Building “Bridge Of Spies” – An Interview With Production Designer Adam Stockhausen
By: Marjorie Galas
Director Steven Spielberg was multi-tasking during the early preparation for recent release “Bridge of Spies.” His upcoming, effects heavy feature had also begun a very long prep phase, pulling frequent collaborator and Oscar winning production designer Rick Carter away. The vacancy gave production designer Adam Stockhausen an opportunity to jump onboard.
“I read the script and spoke with Steven and (EP/first assistant director) Adam Somner,” said Stockhausen. “I was a good fit with the rest of the team.”
Team work proved to be a crucial ingredient in all aspects of production design in the Cold War thriller. Noting the shoot would take place in New York and Germany, Stockhausen’s first course of action was creating a script breakdown with location manager Jason Farrar. Starting with the New York locations, Stockhausen, Farrar and the U.S. based location team hit the road to find the best spots. In addition to securing some very tricky clearances and permits, Stockhausen also had to ensure each location would structurally allow for the geometry of the shot, such as windows facing angles where required background material would be visible. Working with a European based location crew, Stockhausen went through a similar process in Germany. Finding proper locations in this setting was much trickier: Germany has retained little of its 60s architectural aesthetic. The location team found western towns and cities of Poland offered suitable substitutes.
Visual effects commonly comes into play to extend backgrounds in period films, and “Bridge of Spies” was no exception. Despite some needed extensions (and subtractions), an equal amount of physical manipulation were needed on the practical locations. In addition to builds required to modify location interiors, Stockhausen and his team would manually build out building exteriors. For example, when a major character rides a bike through a German square, the entire scene was captured exclusively in camera, requiring Stockhausen to ensure every facet of the city-scape had the correct visual aesthetics.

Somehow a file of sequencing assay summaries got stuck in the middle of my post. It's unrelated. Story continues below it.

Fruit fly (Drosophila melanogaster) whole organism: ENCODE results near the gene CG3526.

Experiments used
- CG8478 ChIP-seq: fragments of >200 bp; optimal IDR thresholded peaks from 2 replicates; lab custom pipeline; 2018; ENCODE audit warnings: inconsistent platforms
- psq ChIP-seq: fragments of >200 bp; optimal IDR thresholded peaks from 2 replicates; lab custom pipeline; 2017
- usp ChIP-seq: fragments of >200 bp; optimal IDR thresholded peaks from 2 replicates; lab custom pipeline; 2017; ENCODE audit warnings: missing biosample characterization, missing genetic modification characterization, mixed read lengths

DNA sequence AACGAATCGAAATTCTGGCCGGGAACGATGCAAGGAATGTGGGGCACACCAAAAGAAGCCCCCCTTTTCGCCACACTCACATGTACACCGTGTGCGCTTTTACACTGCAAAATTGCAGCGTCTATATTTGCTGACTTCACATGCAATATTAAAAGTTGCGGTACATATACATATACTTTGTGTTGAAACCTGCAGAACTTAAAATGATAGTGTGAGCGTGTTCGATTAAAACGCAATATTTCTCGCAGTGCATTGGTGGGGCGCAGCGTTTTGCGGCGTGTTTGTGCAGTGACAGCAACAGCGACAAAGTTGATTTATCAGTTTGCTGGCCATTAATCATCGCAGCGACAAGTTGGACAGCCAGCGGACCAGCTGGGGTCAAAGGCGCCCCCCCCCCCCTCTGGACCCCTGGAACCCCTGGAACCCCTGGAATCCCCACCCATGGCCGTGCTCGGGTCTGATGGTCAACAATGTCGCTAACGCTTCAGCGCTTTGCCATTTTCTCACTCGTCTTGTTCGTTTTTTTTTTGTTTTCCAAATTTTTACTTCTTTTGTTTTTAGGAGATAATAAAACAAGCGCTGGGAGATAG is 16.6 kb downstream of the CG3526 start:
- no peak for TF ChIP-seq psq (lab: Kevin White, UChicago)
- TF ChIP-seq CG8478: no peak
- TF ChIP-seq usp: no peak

Weather also played a crucial aspect in the authenticity of the scenes. Working closely with Somner and cinematographer Janusz Kaminski, the shoot schedule was carefully plotted to maximize foliage and weather conditions. Additionally, a time table was created that monitored weather patterns, helping the team utilizing sunny days and overcast skies.
“For the cat and mouse-style chase scene in Brooklyn, we manufactured rain, that was planned,” said Stockhausen. “We planned for overcast days later in the schedule. We always had a backup set ready in case (the weather worked against the shot), you never want to be caught without anything to shoot.”
The builds for interiors ranged to some rooms being completely fabricated, such as the upstairs bedrooms and bathroom in the Donovan’s home, Abel’s painting studio and hotel rooms. Other locations, such as the Supreme Court, required extensive custom made elements. Utilizing the Federal Hall National Monument; a historical monument whose stipulations required the shoot to occur during closed hours, Stockhausen and his team loaded in custom made benches and transformed the space during a tight, late night schedule. To ensure all details of each location’s transformation were met, Stockhausen turned to set decorators Rena DeAngelo who handled the US portion, and Bernard Henrich for the German locations. Stockhausen met Germany-based Henrich while working on location for “The Grand Budapest Hotel” (which earned Henrich his first Oscar win for production design) and felt the set decorator would make a natural choice. His connection to DeAngelo went back to the 2007 feature “Across the Universe.”
“Rena and I met when we were both assistants. We always wanted to work together, but never had the chance before this,” said Stockhausen.
Color played as crucial a role in “Bridge of Spies” as period accuracy. From the earliest discussions Stockhausen had with Spielberg, the idea of emphasizing a cold quality was stressed. In addition to shifting from warmer tones in New York to cool, muted tones in Germany, attention to warm and cool palettes was equally important in all interior structures. The Donovan’s household was bathed in the warmer side of the spectrum, where government offices, such as the CIA office, were muted with dark wood and wood panels. Some locations, such as the Berlin Hilton, had to straddle a line, remaining inviting while not fully indulging in a warm palette. To ensure color choices were met completely, Stockhausen worked closely with costume designer Kasia Walicka-Maimone, ensuring the outfits naturally blended with each location. He also relied on Kaminski’s camera tests to ensure every detail, from paints, wallpaper and fabrics had the proper balance.
“It was a total collaborative process,” said Stockhausen. “As we got closer to shooting we zeroing in, getting more detailed. If something jumped out, we made changes.”
Looking back at the process, Stockhausen marvels at Spielberg’s efficiency when working on set. Recalling a scene where Abel walks out of his studio and down the street begin completely captured within an hour and a half, Stockhausen couldn’t help noting the amount of time spent prepping the production compared to the time actually capturing it on film.
“One thing about the process that really impressed me was how fast Steven shoots. We go quickly through the material and work efficiently,” said Stockhausen. “I learned how to balance time and not overdue certain sections.”